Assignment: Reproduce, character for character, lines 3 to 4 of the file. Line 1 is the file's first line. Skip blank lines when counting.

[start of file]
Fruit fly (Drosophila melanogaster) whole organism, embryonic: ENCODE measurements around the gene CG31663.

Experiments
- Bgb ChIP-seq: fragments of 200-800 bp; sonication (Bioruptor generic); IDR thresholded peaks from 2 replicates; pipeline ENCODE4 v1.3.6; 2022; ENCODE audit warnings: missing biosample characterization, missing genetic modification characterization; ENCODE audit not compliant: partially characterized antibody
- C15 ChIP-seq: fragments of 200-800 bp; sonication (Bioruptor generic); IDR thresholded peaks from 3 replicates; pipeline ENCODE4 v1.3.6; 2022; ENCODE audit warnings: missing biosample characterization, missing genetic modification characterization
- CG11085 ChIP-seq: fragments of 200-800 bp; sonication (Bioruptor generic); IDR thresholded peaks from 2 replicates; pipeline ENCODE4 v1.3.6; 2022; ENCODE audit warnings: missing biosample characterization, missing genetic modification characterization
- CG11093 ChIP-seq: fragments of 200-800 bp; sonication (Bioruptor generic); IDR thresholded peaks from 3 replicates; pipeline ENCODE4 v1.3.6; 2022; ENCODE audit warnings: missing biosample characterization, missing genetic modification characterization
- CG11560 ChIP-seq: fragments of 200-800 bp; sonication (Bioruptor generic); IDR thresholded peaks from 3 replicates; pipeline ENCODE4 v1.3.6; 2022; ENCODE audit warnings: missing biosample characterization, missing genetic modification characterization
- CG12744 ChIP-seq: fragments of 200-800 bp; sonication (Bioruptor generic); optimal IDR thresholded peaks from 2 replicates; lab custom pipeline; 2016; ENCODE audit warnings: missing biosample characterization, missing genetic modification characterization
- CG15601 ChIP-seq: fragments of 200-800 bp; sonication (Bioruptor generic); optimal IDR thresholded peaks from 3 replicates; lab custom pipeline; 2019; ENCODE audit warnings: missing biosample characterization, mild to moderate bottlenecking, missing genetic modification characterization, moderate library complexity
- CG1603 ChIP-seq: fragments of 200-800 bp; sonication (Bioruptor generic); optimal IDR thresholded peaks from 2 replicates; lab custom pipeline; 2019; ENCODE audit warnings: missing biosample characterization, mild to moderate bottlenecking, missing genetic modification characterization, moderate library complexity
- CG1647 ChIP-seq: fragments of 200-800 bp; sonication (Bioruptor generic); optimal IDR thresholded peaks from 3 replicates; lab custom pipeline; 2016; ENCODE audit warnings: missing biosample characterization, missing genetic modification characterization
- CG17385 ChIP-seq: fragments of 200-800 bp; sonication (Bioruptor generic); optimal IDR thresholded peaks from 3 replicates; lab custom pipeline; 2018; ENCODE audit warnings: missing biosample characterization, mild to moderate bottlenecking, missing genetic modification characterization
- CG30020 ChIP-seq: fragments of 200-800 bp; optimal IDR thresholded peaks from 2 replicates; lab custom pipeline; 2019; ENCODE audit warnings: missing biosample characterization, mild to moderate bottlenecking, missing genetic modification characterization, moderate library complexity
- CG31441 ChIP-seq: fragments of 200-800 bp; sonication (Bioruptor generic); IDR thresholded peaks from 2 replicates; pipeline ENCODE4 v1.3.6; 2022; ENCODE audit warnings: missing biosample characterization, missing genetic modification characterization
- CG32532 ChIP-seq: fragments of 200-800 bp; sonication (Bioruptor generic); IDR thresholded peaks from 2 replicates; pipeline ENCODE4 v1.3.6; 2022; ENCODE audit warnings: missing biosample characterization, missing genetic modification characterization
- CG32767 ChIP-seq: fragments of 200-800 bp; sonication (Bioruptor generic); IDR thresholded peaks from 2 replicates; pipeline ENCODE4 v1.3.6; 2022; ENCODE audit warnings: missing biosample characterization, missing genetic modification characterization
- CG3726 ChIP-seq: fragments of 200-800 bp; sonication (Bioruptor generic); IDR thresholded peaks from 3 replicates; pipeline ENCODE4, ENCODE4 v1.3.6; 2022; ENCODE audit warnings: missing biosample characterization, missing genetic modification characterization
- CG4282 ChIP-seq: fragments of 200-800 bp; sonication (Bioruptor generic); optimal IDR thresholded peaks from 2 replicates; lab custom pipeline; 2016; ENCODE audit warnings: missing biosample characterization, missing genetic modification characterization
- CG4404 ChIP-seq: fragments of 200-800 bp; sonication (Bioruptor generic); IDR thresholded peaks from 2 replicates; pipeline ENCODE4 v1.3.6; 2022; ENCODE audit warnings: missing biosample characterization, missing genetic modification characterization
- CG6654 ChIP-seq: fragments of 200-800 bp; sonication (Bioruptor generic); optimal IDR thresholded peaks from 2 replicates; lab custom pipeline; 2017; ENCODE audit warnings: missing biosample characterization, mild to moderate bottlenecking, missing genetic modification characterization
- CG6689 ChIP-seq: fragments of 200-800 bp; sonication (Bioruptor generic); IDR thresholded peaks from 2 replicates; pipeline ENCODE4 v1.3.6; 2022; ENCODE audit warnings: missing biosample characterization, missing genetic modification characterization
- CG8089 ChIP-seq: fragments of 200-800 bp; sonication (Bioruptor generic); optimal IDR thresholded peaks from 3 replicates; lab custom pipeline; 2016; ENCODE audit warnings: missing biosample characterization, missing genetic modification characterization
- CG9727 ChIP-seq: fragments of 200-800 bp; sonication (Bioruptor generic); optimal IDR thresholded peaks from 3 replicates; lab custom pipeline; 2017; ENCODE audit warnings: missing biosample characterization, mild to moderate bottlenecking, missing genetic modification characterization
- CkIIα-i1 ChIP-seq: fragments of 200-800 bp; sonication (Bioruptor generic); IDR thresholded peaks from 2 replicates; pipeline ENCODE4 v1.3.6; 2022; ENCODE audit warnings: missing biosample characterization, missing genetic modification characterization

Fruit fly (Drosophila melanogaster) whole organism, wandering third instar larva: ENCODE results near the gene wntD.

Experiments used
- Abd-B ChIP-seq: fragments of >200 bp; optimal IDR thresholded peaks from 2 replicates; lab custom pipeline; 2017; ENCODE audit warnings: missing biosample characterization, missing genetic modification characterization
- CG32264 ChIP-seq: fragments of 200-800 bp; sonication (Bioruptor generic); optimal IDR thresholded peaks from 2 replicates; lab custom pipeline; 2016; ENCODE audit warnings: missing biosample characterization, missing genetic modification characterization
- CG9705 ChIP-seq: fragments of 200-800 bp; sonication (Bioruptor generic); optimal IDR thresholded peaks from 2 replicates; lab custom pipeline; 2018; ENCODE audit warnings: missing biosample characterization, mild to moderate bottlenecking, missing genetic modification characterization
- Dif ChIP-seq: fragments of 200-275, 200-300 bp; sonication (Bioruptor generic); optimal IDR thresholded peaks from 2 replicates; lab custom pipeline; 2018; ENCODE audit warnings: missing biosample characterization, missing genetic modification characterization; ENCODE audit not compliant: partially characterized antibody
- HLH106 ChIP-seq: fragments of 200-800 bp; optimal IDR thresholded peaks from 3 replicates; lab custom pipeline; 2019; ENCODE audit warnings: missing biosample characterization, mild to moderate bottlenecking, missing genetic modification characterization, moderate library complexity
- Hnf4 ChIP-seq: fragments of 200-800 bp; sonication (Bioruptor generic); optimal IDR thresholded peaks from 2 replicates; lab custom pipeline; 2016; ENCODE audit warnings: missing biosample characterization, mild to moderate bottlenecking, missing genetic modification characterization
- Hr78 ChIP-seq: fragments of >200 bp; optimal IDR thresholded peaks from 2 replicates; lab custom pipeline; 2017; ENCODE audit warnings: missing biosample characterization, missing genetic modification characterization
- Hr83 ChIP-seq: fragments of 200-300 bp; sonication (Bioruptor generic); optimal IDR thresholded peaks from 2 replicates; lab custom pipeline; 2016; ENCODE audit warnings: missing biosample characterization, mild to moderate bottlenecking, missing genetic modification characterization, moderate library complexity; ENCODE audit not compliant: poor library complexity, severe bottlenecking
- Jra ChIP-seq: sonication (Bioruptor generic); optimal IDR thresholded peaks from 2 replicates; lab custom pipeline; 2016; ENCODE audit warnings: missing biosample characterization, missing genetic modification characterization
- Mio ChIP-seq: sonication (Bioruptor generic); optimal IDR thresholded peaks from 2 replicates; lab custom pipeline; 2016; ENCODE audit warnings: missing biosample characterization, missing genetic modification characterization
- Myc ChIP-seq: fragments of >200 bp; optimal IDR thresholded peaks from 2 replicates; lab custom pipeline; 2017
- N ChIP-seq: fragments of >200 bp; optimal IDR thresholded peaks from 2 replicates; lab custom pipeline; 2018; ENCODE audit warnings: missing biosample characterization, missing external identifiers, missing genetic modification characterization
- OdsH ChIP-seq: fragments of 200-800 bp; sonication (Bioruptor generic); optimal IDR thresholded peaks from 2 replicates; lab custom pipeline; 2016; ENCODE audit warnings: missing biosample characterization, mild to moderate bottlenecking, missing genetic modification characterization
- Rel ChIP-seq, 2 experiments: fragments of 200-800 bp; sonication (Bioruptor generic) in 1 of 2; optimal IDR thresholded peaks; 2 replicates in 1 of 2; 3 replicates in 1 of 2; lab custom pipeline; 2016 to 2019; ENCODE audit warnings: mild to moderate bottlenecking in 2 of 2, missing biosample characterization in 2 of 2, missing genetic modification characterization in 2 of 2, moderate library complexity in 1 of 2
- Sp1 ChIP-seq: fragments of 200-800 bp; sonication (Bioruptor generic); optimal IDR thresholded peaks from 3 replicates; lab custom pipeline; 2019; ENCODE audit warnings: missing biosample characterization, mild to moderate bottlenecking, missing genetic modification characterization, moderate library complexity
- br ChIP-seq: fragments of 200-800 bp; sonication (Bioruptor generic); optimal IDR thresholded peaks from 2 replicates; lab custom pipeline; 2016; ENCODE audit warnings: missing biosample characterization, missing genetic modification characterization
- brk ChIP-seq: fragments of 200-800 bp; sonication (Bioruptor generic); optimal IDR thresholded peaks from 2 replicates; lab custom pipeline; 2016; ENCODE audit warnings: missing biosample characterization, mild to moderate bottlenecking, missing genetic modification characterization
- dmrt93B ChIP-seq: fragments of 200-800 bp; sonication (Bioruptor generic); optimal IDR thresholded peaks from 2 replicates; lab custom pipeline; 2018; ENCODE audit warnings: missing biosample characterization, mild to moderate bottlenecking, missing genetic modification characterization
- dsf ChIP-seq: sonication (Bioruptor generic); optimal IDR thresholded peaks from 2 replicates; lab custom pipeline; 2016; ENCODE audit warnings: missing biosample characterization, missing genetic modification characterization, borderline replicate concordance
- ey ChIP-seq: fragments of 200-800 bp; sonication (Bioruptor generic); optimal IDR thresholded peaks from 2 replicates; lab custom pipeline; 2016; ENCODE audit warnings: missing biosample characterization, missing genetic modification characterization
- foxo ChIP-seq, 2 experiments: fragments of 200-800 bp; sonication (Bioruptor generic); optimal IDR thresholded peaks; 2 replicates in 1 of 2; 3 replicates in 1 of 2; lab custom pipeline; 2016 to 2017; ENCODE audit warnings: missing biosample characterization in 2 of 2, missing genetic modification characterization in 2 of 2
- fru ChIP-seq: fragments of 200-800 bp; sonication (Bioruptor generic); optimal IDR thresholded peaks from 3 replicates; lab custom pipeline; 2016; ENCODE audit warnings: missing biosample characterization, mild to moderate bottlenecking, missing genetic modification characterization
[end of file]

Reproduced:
- Bgb ChIP-seq: fragments of 200-800 bp; sonication (Bioruptor generic); IDR thresholded peaks from 2 replicates; pipeline ENCODE4 v1.3.6; 2022; ENCODE audit warnings: missing biosample characterization, missing genetic modification characterization; ENCODE audit not compliant: partially characterized antibody
- C15 ChIP-seq: fragments of 200-800 bp; sonication (Bioruptor generic); IDR thresholded peaks from 3 replicates; pipeline ENCODE4 v1.3.6; 2022; ENCODE audit warnings: missing biosample characterization, missing genetic modification characterization